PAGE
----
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STEM students prepare legal action after US government denied visas

By ZOU SHUO | CHINA DAILY | Updated: 2021-07-14 06:46

Chinese students attend the graduation ceremony at the Columbia University in New York in May 2019. WANG YING/XINHUA

Chinese students who have been denied visas to pursue advanced science degrees at universities in the United States are preparing to file a lawsuit against the US government.

The students have set up a website and plan to raise $750,000 to $1 million before filing the lawsuit, one of the initiators, who requested anonymity, told China Daily.

"We have talked with several US lawyers and had two meetings with renowned American civil rights and immigration lawyer Ira Kurzban," the initiator said. "We are prepared to fight for the long haul."

According to the initiator, the students are mainly from eight leading science universities in China, which the US has claimed have links to the Chinese military. They include Harbin Engineering University, Harbin Institute of Technology, Beihang University and Beijing Institute of Technology.

In May last year, former US president Donald Trump issued Presidential Proclamation 10043, which bans Chinese postgraduate students and researchers from studying or working in the US if Washington deems they have had affiliation with China's "military-civil fusion strategy".

"Today, the restrictions are imposed on students from eight schools. Who can guarantee that the ban will not be extended?" a poster made by the students said. "The ban affects students majoring in science, technology, engineering and mathematics. Who can guarantee that it won't apply to all Chinese students who want to study abroad some day? Today's silence is the beginning of allowing unwarranted discrimination."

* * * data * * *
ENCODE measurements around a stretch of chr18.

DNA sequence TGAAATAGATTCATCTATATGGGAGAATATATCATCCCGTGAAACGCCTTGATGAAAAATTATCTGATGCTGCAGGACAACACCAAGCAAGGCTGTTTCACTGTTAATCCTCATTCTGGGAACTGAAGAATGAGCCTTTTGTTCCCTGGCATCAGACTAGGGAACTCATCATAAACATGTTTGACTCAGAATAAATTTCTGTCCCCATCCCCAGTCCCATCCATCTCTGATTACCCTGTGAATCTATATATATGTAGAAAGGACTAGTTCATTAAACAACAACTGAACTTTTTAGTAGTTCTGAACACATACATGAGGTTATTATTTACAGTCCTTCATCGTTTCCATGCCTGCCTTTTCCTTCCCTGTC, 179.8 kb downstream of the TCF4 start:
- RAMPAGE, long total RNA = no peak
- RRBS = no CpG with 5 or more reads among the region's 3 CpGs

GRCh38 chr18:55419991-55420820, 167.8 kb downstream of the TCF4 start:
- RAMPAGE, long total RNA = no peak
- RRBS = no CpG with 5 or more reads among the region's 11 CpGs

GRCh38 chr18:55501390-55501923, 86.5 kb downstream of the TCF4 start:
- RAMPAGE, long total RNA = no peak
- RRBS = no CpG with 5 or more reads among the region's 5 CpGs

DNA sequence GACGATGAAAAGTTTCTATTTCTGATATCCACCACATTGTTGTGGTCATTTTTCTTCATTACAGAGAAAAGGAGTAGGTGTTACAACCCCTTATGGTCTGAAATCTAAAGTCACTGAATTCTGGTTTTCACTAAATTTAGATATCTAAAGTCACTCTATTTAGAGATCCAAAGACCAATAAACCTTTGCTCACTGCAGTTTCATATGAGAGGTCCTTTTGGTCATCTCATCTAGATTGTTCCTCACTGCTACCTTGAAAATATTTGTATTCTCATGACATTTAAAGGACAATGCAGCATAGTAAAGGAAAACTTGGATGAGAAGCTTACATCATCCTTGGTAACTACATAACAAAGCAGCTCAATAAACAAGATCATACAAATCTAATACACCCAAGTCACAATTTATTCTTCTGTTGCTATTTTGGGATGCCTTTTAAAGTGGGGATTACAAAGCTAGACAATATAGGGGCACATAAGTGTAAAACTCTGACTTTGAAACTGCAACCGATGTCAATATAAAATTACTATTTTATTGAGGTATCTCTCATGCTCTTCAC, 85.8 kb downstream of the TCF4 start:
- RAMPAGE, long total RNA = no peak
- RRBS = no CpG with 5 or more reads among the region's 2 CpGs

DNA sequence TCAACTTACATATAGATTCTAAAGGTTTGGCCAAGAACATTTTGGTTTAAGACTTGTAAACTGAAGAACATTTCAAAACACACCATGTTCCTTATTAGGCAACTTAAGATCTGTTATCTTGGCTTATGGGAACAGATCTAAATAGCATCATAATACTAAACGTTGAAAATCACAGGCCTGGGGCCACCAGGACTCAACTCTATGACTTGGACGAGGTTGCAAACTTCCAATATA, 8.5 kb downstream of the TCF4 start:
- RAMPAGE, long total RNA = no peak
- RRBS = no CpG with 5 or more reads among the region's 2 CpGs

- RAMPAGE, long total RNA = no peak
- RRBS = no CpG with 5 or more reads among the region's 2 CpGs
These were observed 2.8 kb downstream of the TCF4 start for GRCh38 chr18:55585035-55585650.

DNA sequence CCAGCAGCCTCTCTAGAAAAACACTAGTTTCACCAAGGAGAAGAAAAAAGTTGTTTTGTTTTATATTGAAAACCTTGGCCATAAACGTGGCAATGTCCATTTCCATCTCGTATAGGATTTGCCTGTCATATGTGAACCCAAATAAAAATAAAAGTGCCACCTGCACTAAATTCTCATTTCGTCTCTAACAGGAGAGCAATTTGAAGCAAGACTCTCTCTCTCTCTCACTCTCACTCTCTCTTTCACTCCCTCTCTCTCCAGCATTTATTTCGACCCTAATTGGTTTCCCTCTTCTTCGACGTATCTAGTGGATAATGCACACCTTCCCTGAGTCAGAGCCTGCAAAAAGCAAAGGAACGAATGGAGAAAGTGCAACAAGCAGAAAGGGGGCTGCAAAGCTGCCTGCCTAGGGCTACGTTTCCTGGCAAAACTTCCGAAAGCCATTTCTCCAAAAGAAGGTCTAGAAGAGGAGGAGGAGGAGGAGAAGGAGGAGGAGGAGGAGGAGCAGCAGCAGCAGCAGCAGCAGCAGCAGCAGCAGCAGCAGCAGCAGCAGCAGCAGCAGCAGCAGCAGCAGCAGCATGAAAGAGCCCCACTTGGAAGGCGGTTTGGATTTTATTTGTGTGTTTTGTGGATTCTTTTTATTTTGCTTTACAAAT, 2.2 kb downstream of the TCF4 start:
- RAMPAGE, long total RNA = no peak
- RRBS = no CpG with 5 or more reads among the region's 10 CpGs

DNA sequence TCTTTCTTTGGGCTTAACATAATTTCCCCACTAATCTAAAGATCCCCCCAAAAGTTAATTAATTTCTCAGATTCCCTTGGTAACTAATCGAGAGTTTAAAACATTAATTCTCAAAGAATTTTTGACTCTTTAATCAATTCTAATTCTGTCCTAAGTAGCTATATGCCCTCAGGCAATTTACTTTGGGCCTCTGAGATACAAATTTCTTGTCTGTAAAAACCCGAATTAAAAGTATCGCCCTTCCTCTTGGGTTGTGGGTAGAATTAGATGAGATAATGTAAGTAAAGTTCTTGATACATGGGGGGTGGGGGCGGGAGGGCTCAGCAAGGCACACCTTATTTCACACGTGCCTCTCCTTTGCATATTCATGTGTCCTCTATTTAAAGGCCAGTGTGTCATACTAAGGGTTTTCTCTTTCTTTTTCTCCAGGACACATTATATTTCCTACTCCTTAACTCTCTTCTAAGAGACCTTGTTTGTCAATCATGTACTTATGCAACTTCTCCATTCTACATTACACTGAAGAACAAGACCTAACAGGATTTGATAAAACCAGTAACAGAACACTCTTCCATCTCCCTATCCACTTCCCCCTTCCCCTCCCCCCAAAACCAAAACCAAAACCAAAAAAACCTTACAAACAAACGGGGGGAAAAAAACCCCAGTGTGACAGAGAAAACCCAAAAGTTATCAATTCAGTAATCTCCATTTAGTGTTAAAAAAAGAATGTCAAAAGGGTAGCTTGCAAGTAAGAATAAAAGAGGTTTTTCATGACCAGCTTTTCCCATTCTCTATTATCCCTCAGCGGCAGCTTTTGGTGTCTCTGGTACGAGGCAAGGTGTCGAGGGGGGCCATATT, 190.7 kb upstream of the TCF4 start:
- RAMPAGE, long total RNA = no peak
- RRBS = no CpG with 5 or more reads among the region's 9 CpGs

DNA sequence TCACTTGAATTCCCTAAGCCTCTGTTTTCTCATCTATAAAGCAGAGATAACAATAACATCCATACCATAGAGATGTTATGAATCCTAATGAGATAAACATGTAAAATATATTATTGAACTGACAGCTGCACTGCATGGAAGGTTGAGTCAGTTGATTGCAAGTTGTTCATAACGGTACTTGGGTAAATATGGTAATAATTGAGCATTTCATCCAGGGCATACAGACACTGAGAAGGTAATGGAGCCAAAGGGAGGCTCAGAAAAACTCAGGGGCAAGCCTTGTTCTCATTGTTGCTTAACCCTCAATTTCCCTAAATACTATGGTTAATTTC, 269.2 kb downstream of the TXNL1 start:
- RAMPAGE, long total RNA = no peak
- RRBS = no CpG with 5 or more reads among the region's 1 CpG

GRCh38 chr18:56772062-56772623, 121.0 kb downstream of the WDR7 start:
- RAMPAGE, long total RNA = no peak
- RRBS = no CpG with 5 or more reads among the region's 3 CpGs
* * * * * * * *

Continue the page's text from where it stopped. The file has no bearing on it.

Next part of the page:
Around 2,000 Chinese students said they have faced visa restrictions, according to the initiator. Some are majors in literature and others are graduate students and visiting scholars sponsored by the China Scholarship Council, the initiator said. "Going abroad to study is not an easy decision-it requires years of preparation and financial investment. Many of us are saddened, angry and even depressed by the news," the initiator said.

An open letter written by more than 500 Chinese students who have complained about their US visa applications being rejected has received a strong response from the public on Chinese social media platforms.

Foreign Ministry spokesman Zhao Lijian said at a recent news conference that the visa restrictions are a continuation of a "poisonous legacy" from the Trump administration.

At a separate news conference, Wang Wenbin, another ministry spokesman, quoted analysis by a Georgetown University think tank that showed Chinese STEM students were disproportionately affected by the proclamation. The analysis showed that so far, 3,000 to 5,000 Chinese students may have been affected by the proclamation, representing between 16 percent and 27 percent of the 19,000 Chinese graduate students who enroll in STEM disciplines in the US each year.

One student, who is a physics doctoral candidate at a US university and graduated from one of the eight Chinese universities, said getting a valid visa has distracted her from her studies.

"Endless worries about getting a valid visa haunted me when I was heavily burdened by academic tasks," wrote the student on the fundraising website. "I also suffered many nights of constant anger, sadness and anxiety."

China is the largest source of international students in the US.There were more than 372,000 Chinese students in the US during the 2019-20 academic year, accounting for one-third of the 1 million-plus international students in the country, according to the Open Doors report, an annual survey produced by the Institute of International Education of foreign students and scholars in the US.

The Ministry of Education warned Chinese nationals in 2019 about the risks of pursuing studies in the US due to visa restrictions.

According to a report by Vision Overseas Consulting in May, the United Kingdom remained the most popular destination for Chinese students pursuing overseas study for a second consecutive year, with the US again in second place.

The UK was chosen by 44 percent of respondents while the US was preferred by 32 percent, according to the report.

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